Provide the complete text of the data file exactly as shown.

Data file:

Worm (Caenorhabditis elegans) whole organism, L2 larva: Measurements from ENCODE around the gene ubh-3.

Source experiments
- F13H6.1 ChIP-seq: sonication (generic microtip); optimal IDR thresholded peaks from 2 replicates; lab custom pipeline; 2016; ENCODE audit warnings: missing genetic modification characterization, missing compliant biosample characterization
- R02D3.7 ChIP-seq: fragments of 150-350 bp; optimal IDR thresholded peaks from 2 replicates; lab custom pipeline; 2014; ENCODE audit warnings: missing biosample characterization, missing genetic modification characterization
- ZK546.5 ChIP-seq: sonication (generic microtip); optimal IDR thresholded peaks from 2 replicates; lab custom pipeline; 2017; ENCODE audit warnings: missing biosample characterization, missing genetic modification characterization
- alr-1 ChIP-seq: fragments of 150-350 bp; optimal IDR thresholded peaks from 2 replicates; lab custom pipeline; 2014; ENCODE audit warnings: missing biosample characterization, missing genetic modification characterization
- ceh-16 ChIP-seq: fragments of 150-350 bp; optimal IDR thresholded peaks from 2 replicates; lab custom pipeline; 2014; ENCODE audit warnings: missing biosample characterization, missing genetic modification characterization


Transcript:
Worm (Caenorhabditis elegans) whole organism, L2 larva: Measurements from ENCODE around the gene ubh-3.

Source experiments
- F13H6.1 ChIP-seq: sonication (generic microtip); optimal IDR thresholded peaks from 2 replicates; lab custom pipeline; 2016; ENCODE audit warnings: missing genetic modification characterization, missing compliant biosample characterization
- R02D3.7 ChIP-seq: fragments of 150-350 bp; optimal IDR thresholded peaks from 2 replicates; lab custom pipeline; 2014; ENCODE audit warnings: missing biosample characterization, missing genetic modification characterization
- ZK546.5 ChIP-seq: sonication (generic microtip); optimal IDR thresholded peaks from 2 replicates; lab custom pipeline; 2017; ENCODE audit warnings: missing biosample characterization, missing genetic modification characterization
- alr-1 ChIP-seq: fragments of 150-350 bp; optimal IDR thresholded peaks from 2 replicates; lab custom pipeline; 2014; ENCODE audit warnings: missing biosample characterization, missing genetic modification characterization
- ceh-16 ChIP-seq: fragments of 150-350 bp; optimal IDR thresholded peaks from 2 replicates; lab custom pipeline; 2014; ENCODE audit warnings: missing biosample characterization, missing genetic modification characterization